A Doctor Tells: How to Save More of Your Money

Gregory A. Hood, MD


November 30, 2017

In This Article

Keeping On Track

Step 5: Revisit and Revise Your Plan

Chances are that your financial plan won't go perfectly right the first time. In fact, the chances of that happening are just about zero. There will be unforeseen expenses, such as a new roof or expensive repairs to one of your vehicles. There will be mistakes, too—decisions that seemed right in the brain but that didn't match the votes of the heart, or the feet. A van purchase that we made while overtired and having not done our due diligence in background research comes to mind...

However, if your first attempt to fix your mistakes leads to improvements and positive results, then it will be even easier to refine your plan the next time, which will improve its odds of long-term success. One additional, excellent book worth reading is Prosper! How to Prepare for the Future and Create a World Worth Inheriting, by Chris Martenson and Adam Taggart.[4] It will help guide you, and in turn your children, through the value of making mistakes and learning from them.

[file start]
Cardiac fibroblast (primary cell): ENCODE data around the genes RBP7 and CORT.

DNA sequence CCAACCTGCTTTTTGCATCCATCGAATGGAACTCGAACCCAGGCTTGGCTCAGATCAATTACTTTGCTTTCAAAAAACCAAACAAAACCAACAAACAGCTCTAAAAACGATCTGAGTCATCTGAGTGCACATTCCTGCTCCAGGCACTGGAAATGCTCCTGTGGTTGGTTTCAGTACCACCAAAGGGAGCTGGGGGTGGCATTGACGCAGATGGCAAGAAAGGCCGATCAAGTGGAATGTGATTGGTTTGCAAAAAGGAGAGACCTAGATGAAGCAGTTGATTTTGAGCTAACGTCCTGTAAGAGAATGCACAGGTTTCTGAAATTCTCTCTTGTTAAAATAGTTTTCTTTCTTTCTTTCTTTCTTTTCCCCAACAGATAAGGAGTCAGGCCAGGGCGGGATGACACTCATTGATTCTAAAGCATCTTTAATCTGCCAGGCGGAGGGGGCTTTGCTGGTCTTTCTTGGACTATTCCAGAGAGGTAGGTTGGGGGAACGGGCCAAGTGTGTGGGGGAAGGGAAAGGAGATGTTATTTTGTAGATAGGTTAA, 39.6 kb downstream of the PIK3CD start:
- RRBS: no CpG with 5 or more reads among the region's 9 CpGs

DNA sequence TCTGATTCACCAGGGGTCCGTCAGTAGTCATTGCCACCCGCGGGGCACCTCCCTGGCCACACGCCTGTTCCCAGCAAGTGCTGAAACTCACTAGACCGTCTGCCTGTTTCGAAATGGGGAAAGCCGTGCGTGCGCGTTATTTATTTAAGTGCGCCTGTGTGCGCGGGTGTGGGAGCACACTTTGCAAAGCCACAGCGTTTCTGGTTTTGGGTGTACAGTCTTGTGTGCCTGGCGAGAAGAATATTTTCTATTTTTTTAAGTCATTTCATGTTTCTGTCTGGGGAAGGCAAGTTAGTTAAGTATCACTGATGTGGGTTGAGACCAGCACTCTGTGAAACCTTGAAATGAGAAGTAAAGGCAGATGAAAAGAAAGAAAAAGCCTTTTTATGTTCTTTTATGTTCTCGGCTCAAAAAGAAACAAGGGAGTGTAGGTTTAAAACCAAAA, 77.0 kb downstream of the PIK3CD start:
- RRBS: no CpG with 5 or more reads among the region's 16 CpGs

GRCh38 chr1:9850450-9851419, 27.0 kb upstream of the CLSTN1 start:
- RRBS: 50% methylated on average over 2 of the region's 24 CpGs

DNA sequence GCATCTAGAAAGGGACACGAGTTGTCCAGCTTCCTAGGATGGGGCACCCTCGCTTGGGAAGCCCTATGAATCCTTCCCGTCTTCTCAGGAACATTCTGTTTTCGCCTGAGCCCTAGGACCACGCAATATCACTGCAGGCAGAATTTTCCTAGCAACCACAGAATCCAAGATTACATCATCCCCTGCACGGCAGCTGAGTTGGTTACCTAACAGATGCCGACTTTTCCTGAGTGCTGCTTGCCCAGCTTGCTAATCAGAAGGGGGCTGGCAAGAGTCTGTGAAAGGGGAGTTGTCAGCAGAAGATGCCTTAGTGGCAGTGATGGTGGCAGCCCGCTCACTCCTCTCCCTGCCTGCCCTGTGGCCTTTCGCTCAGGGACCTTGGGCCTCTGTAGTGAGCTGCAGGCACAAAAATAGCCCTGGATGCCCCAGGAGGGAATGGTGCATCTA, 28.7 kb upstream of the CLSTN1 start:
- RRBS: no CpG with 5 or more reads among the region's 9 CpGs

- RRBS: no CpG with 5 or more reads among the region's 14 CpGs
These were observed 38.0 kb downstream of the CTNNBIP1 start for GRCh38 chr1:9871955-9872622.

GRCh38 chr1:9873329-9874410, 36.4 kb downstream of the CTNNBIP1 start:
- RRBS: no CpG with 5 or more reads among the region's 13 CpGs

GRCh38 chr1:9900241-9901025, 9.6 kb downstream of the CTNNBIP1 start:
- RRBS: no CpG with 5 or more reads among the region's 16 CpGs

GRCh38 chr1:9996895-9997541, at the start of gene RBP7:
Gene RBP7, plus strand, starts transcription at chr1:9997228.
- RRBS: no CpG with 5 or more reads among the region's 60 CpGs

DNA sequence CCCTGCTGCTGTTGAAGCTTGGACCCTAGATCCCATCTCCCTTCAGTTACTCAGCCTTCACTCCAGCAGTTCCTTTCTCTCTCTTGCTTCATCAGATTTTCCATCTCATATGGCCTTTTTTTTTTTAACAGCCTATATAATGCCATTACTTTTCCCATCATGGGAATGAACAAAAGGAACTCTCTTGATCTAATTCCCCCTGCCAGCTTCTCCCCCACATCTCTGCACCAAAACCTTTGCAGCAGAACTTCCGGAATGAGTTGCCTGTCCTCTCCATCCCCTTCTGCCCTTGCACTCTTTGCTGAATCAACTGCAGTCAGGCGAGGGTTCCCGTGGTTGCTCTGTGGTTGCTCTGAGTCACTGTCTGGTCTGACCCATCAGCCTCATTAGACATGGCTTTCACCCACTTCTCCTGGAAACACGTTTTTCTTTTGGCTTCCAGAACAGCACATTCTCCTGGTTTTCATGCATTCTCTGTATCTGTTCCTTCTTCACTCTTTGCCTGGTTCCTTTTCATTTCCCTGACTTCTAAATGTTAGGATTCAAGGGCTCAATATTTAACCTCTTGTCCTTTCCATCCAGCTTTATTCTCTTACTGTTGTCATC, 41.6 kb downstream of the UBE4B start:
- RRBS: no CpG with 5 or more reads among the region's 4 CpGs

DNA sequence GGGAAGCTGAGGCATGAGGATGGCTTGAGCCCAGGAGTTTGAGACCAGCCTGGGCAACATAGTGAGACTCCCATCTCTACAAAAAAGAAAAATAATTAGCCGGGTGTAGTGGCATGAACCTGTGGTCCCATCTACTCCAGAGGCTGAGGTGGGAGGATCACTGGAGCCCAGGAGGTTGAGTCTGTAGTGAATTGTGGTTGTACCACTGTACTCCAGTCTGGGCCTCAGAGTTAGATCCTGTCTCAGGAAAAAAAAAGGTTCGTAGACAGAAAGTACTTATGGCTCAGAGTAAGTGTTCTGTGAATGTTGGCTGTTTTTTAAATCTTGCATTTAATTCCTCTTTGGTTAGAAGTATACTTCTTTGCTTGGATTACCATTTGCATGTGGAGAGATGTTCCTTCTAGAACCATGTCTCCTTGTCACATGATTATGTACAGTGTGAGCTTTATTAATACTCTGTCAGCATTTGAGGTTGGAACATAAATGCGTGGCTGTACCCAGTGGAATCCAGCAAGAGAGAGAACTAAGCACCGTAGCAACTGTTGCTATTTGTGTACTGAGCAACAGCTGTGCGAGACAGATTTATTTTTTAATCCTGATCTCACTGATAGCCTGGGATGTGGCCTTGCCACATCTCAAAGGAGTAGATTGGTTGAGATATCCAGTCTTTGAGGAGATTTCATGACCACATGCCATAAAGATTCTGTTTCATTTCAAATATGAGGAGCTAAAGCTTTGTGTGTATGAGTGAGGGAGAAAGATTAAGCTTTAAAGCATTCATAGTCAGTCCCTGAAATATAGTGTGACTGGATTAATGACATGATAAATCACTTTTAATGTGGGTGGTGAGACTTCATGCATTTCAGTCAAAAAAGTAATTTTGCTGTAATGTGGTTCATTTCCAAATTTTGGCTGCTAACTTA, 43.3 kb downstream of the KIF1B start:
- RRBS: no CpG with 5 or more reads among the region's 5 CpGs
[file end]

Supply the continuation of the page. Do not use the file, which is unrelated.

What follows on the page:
Remember, too, that being frugal doesn't mean you have to give up all of the things that you enjoy in life. A plan that does so will lead to "frugal fatigue," which afflicted a lot of investors almost a decade ago, after the last financial crisis. This fatigue commonly leads to a relapse in spending, sometimes of epic disproportion. A properly executed financial plan will lead to long-term positive results, including increased savings and both greater security and greater freedom in the future.

Finally, personal financial success also feeds better practice and professional success. A less stressed, more comfortable physician will have better odds of performing well in his or her professional obligations.

Most of us work hard at earning our income. It's time to spend as much energy on figuring how best to save and invest it.


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